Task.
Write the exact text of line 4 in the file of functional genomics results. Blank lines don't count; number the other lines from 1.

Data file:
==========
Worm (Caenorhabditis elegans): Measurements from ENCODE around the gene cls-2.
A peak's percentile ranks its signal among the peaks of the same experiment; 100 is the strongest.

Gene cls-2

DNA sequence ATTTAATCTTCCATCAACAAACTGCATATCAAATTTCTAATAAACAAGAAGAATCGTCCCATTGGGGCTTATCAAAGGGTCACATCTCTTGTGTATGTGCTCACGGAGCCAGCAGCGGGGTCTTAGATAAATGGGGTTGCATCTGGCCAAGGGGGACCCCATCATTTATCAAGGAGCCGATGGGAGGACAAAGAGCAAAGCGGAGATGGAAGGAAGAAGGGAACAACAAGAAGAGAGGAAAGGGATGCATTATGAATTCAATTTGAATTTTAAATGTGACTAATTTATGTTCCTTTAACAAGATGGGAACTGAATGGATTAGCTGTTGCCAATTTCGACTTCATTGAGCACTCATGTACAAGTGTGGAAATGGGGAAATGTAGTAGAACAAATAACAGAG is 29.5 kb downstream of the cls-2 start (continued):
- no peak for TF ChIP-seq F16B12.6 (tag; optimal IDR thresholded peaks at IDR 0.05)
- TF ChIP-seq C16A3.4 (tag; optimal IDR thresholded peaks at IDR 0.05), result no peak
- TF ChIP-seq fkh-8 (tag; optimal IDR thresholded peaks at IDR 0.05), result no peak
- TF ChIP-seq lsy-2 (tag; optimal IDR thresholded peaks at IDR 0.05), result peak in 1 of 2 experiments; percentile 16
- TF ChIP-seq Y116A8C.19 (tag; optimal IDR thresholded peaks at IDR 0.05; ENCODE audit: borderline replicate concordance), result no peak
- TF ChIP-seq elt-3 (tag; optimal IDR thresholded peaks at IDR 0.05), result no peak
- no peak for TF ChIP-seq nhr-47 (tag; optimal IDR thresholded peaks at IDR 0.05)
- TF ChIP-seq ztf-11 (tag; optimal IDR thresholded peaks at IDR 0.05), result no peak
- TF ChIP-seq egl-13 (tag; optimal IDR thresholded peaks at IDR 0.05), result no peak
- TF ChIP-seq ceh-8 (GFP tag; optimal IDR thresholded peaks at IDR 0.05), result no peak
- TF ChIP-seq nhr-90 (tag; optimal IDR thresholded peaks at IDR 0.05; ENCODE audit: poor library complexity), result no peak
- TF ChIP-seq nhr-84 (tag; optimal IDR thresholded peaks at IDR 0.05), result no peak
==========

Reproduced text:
DNA sequence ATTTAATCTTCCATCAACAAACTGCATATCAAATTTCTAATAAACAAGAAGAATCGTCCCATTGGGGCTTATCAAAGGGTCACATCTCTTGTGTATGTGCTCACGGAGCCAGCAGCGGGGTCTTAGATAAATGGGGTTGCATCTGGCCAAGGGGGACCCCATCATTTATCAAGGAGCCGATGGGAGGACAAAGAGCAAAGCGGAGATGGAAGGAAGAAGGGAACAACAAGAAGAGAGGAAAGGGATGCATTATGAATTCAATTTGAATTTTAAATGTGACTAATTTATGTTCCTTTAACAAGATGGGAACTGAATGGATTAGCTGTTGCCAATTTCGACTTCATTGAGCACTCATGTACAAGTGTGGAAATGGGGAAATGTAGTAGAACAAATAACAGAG is 29.5 kb downstream of the cls-2 start (continued):